Monthly Archives: April 2013

Here’s Why “An Escalator Can Never Break”


The late comedian (he’d poke fun at that description) Mitch Hedberg was like a lot of modern comedians. He was at his best and funniest when he was telling jokes even my grandmother would find clean.

I’ve wondered why guys like George Carlin, one of Hedberg’s mentors and a master at mining the nuggets of fun embedded in so many of our common English words and phrases, felt a need to dredge down into the gutter when their clean stuff was so funny anyway.

I found a Hedberg joke last week that fit my situation as I’d spent a lot of time messing with broken stuff. If the stuff on the fritz had been more like escalators, I’d have been fine.

Hedberg wisely notes that “an escalator can never break; it can only become stairs.” Consequently, he says, you should “never see an ‘Escalator Temporarily Out of Order’ sign, just ‘Escalator Temporarily Stairs. Sorry for the inconvenience.’”

I like the logic.

I finally replaced what was once a nice kitchen faucet but had been frozen and calcified by our hard water. (The old and new faucets were similar; both of them cost twice what I thought they should, and, if I’m lucky, it’ll take the same nine years or so before this new one meets the same fate.) Instead of replacing it, maybe I should have just re-labeled it as a fountain, an immovable water feature.

From the faucet I went to the lawn mower. I thought I just bought that thing. (Yeah, six years ago, I notice now.) But it’s been unwilling to start. So I got out the wrenches, pulled stuff off, squirted carburetor cleaner into various holes and jets, got gas all over it and me, and pulled the cord (which I’d fixed after I pulled it earlier and it pulled out), and, voila!, the mower lives! Maybe I could have saved time by just calling it a push cart, gluing a basket on the engine, and buying a new mowing machine. Nope.

I admit that there’s a certain amount of pleasure that comes from actually fixing something and not just labeling escalators stairs. But the list of stuff I’m supposed to try to fix just seems to keep getting longer.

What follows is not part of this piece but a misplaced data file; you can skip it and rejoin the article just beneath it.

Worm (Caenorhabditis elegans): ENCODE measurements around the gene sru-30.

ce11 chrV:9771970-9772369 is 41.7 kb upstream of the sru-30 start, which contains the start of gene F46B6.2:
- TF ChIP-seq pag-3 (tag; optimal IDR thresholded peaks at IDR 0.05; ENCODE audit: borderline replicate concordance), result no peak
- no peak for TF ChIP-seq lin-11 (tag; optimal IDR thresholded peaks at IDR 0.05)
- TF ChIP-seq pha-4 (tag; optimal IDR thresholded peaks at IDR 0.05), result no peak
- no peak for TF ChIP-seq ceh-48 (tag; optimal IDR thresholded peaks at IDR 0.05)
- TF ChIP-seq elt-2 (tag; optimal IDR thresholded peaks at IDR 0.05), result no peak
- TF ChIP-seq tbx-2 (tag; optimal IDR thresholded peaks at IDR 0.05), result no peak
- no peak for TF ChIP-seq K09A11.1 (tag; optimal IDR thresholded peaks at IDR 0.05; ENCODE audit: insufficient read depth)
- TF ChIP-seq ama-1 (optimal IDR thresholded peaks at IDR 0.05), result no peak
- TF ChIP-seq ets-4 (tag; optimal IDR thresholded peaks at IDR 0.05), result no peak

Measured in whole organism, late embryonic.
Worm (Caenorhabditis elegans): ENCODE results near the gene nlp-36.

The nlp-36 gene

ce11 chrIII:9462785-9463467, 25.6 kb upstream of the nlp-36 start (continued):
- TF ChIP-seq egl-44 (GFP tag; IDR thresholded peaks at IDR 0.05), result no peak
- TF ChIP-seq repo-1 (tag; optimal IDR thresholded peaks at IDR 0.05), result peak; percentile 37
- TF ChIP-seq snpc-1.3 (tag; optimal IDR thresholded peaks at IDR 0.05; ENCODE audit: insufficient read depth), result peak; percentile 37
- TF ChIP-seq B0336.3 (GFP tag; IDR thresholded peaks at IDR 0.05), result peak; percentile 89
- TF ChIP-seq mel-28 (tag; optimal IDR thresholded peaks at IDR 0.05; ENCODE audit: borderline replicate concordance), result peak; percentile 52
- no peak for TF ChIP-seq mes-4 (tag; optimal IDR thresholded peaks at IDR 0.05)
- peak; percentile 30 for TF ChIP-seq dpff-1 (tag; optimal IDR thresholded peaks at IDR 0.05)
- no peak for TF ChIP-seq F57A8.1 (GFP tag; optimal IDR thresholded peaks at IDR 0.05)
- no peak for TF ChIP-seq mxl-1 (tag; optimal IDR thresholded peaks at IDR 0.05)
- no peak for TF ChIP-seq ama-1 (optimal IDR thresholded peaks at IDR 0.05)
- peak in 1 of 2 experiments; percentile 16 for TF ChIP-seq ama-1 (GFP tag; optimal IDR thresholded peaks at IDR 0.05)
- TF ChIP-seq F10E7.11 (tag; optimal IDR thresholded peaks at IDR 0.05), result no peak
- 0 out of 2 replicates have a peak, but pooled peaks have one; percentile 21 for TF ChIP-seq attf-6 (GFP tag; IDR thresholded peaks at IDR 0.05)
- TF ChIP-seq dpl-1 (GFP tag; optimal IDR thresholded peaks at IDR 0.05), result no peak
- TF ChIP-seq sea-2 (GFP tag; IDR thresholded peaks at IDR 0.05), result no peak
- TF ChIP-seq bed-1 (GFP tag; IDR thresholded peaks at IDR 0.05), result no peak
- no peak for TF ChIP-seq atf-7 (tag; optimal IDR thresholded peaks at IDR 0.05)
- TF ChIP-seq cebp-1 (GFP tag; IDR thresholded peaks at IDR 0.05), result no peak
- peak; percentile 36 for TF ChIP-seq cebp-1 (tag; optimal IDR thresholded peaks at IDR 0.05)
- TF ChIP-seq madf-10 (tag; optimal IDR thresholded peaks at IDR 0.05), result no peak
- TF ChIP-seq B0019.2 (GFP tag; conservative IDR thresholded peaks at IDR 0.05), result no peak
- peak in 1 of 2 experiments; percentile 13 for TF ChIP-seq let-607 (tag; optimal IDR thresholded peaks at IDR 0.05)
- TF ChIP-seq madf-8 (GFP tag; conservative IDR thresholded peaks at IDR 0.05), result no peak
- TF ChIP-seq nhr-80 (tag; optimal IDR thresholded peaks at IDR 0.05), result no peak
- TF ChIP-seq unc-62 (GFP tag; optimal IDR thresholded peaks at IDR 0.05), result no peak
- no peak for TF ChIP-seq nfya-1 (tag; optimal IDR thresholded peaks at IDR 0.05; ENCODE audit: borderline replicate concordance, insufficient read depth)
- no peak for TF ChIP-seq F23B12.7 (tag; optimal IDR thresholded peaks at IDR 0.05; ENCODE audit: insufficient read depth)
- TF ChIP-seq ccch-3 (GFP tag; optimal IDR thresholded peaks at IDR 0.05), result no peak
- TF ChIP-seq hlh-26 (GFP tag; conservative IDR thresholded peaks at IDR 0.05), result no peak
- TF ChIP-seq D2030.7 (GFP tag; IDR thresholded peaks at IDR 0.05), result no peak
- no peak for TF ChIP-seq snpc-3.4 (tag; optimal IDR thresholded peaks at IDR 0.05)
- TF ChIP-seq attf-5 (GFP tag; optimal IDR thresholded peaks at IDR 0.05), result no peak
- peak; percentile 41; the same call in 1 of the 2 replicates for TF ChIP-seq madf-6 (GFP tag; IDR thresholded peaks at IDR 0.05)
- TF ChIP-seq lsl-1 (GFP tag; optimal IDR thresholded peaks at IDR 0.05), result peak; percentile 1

I’m afraid too many of my sermons could do with some fixing, the kind Hedberg was thinking of when he said, “I’m gonna fix that last joke by taking out all the words and adding new ones.” That kind of fix might help this column, too.

Some things are, sadly, very hard to fix.

I know some folks with calcified hearts that I wish I knew how to fix. Fixing a faucet turned to stone is easier.

I know some folks who’ve lost their spark, whose joy is on the fritz. Fixing a mower is easier.

We’re all broken in one way or another. I hope we know where to go for the only real fix: the cross. Jesus’ sacrifice. Made one time for all forever. No expiration on this warranty. No worries that the fix will itself go bad. No pseudo-fix just relabeling brokenness.

Done. Fixed. Forever. For real. Forgiven. Empowered. Wow.

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Copyright 2013 by Curtis K. Shelburne. Permission to copy without altering text or for monetary gain is hereby granted subject to inclusion of this copyright notice.

“I’d Like To Try Being Spiritual But Not Religious”


 I’ve thought about it, and I’m pretty sure I’d like to join the cool crowd, the growing numbers of folks in our society who are button-bustin’ proud of being “spiritual but not religious.”

A good friend who reads a lot and, consequently, thinks a lot, pointed me to an interesting book the other day. Written by Lillian Daniel, the book is entitled, When “Spiritual but Not Religious” Is Not Enough: Seeing God in Surprising Places, Even the Church.

It’s strange, she says, that folks who are so “spiritual” they can hardly stand themselves, but proud as punch of never darkening the door of a church, nowadays feel such a burning need to “witness” to out-dated religious folks, particularly ministers, about the weaknesses of church and organized religion.